- The Washington Times - Tuesday, December 3, 2002

Toga fever
"Hollywood's future may be ancient history.
"We're talking Leonardo DiCaprio in a toga (in Baz Luhrmann's planned 'Alexander the Great' biopic) and a slew of other movies unfolding two millennia ago. Mel Gibson is in Rome directing Jim Caviezel as Jesus Christ in the indie 'The Passion.' This spring, Wolfgang Petersen will begin shooting Warner Bros.' 'Troy,' a Trojan War epic starring Brad Pitt as Achilles. Keanu Reeves is circling a Warner film about Roman emperor Constantine. And Vin Diesel will shoot Revolution's biopic of Hannibal the Carthaginian who crossed the Alps on an elephant. (Twentieth Century Fox also has a Hannibal film in the works, with Denzel Washington in mind.)
"Two years after 'Gladiator' grossed $457 worldwide and won five Oscars, studios are going to the mat for Greco-Roman pics. 'People's appetite for history seems to be unlimited,' notes industry analyst Jack Myers. 'Look at the History Channel, one of the most successful new-network launches over the last 10 years.'"
Gillian Flynn, writing on "Hooked on Classics," in the Dec. 6 issue of Entertainment Weekly

Genetic genie
"Gene scientists J. Craig Venter and Hamilton Smith, a Nobel laureate, intend to use a $3 million federal grant to create a single-celled organism with the minimum number of genes necessary to sustain life. The long-term results could include new sources of energy and ways to detect biological weapons.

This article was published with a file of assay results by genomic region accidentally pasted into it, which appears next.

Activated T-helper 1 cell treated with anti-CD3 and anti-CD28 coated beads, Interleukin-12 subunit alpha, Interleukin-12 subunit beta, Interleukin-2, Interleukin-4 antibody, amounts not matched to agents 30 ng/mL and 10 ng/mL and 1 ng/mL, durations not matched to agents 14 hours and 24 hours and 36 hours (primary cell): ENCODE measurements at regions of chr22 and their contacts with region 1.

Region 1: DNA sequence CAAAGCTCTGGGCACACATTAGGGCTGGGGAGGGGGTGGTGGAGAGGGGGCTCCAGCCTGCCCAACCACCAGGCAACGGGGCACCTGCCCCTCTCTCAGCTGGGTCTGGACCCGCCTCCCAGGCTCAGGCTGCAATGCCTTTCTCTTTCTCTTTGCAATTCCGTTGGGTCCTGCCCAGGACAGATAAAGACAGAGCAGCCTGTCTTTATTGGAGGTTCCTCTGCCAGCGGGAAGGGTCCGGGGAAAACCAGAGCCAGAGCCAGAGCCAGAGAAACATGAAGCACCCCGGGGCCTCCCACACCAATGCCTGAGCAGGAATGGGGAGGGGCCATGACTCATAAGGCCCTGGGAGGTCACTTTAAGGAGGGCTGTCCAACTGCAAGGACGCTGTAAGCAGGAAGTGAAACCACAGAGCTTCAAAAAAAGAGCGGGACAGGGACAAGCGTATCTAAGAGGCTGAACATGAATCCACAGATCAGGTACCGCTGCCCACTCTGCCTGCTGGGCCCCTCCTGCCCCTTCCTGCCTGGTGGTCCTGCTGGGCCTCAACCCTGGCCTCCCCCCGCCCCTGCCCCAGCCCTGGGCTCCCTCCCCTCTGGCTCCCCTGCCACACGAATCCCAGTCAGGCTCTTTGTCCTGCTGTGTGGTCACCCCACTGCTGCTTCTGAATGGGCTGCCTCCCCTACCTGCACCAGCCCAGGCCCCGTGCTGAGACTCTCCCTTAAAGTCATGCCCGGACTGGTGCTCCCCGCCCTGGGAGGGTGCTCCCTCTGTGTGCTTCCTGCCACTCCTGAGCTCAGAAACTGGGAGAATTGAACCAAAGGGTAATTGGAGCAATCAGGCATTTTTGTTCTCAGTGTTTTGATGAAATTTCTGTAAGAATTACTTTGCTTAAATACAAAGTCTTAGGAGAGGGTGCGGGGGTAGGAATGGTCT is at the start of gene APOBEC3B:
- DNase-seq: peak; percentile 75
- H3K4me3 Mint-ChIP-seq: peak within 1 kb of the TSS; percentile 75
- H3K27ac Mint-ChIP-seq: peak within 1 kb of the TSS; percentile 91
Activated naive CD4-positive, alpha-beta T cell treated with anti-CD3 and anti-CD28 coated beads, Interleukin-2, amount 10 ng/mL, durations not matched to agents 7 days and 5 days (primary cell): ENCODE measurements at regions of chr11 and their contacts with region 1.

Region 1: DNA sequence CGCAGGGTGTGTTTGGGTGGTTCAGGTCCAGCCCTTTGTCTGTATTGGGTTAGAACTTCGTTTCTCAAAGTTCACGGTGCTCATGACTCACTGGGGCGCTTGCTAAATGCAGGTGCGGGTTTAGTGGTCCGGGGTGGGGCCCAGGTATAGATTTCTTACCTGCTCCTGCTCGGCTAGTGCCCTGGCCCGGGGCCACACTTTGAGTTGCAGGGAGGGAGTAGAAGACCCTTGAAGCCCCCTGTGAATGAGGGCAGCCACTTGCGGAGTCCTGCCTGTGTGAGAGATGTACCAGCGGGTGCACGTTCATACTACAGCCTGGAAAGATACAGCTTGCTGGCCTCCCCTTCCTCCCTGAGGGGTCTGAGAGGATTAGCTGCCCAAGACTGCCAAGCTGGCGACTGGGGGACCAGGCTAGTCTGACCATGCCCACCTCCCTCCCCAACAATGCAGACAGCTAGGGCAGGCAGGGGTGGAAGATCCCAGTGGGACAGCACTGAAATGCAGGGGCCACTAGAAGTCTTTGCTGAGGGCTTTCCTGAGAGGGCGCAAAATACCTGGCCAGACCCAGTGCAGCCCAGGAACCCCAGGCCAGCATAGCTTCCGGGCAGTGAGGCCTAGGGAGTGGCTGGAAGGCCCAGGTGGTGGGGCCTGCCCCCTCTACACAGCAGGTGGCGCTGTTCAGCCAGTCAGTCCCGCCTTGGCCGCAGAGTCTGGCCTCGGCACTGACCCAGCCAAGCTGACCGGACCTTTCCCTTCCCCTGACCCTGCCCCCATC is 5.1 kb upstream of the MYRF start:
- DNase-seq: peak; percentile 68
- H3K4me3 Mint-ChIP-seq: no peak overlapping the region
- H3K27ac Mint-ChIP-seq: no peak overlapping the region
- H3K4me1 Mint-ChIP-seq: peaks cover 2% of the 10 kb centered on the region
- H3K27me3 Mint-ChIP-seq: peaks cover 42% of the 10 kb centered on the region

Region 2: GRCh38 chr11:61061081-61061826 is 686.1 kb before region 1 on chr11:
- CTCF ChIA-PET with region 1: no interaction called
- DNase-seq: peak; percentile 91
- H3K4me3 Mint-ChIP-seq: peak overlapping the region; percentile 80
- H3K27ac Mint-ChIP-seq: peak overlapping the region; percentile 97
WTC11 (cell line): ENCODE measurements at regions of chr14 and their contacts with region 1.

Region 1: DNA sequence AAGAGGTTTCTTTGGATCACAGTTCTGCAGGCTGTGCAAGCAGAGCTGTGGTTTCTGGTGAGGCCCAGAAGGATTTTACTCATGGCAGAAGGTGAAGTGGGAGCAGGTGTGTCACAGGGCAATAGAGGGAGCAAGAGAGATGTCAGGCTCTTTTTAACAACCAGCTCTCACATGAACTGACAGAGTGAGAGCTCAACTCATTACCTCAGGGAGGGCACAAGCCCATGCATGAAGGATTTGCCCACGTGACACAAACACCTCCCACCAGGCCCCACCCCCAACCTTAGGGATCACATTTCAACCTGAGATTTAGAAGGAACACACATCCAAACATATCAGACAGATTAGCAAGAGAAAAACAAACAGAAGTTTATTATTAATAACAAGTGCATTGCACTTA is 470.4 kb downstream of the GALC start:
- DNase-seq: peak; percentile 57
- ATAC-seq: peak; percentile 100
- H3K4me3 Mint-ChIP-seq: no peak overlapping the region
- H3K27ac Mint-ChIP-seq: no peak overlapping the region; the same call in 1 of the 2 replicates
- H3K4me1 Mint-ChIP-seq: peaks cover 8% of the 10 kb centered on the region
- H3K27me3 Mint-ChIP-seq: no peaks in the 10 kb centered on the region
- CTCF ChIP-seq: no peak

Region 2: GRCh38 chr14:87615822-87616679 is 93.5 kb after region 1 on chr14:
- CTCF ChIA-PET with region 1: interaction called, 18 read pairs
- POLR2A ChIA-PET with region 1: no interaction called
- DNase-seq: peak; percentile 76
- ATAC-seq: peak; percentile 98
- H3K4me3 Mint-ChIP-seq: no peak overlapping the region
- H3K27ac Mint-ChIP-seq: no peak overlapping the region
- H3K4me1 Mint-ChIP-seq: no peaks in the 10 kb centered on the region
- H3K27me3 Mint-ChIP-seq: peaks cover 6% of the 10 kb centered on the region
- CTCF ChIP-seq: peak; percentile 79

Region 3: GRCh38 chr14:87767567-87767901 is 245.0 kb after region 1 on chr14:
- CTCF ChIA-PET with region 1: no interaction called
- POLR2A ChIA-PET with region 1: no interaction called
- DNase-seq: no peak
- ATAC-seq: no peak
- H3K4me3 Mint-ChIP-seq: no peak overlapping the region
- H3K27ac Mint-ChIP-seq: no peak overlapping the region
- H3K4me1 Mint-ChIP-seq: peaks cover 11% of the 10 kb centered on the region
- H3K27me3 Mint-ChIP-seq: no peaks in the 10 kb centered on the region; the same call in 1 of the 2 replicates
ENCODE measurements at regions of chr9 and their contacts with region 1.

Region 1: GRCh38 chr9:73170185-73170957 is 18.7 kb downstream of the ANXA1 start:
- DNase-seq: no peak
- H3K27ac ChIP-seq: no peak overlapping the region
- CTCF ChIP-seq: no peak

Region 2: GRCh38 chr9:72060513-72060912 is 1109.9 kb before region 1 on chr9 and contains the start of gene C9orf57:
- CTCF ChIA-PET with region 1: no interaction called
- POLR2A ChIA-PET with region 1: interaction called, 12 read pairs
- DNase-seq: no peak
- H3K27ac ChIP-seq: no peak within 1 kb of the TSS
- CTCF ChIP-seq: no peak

"At a time when scientists are unraveling complex genetic codes and cloning has become almost commonplace, developing a new life-form in the laboratory may be the logical next frontier. But, if anything, it raises even deeper ethical questions. The effort, all agree, goes to the very essence of science.
"If successful, it would give scientists a genetic recipe for life in the simplest of known creatures. But its potential uses could also be catastrophic.
"Venter has put the issue out for public debate as science once again pushes the boundaries of human knowledge with the promise of a discovery both tantalizing and troublesome."
Mark Sappenfield, writing on "Promise and pitfalls in quest to create new life," in the Nov. 22 edition of the Christian Science Monitor

New is old
"In 1973 Tom Wolfe paused to draw breath long enough to look back on what had happened to journalism and to him in the previous ten years and wrote a lengthy essay on what by then had been codified as The New Journalism.
"And what a time it was, as he and such Legends of the Trade as Gay Talese, Jimmy Breslin, Rex Reed, Hunter S. Thompson, Garry Wills, Joan Didion, John Sack, and George Plimpton were setting the Great American Novelists back on their bench-crafted heels and proclaiming that the age of nonfiction social realism had begun.
"Tom Wolfe delineated the defining principles of the New Journalistic Order: Technique. Technique. And Technique.
"Technique slid slowly, maddeningly, and seemingly inevitably into The Form: anecdote; set-up graph; scene, digression, scene, quote from Harvard sociologist. And time and again if a story did not conform to form it did not run. Kill fees do not pay the rent. And so you adjusted, which is a gentle way of saying that you edited yourself making sure to give them what they wanted.
"Magazines certainly looked different and sounded different. But in the very place where the revolution had begun the stories it had not only stalled but ossified. The Form became a crutch. It became the fallback position, the safe route to the last paragraph. You could avoid the clutter simply by conceiving of, reporting, and writing a story according to the clear and immutable lines of expectation that The Form dictated."
Michael Shapiro, writing on "The Curse of Tom Wolfe," in the November/December issue of the Columbia Journalism Review


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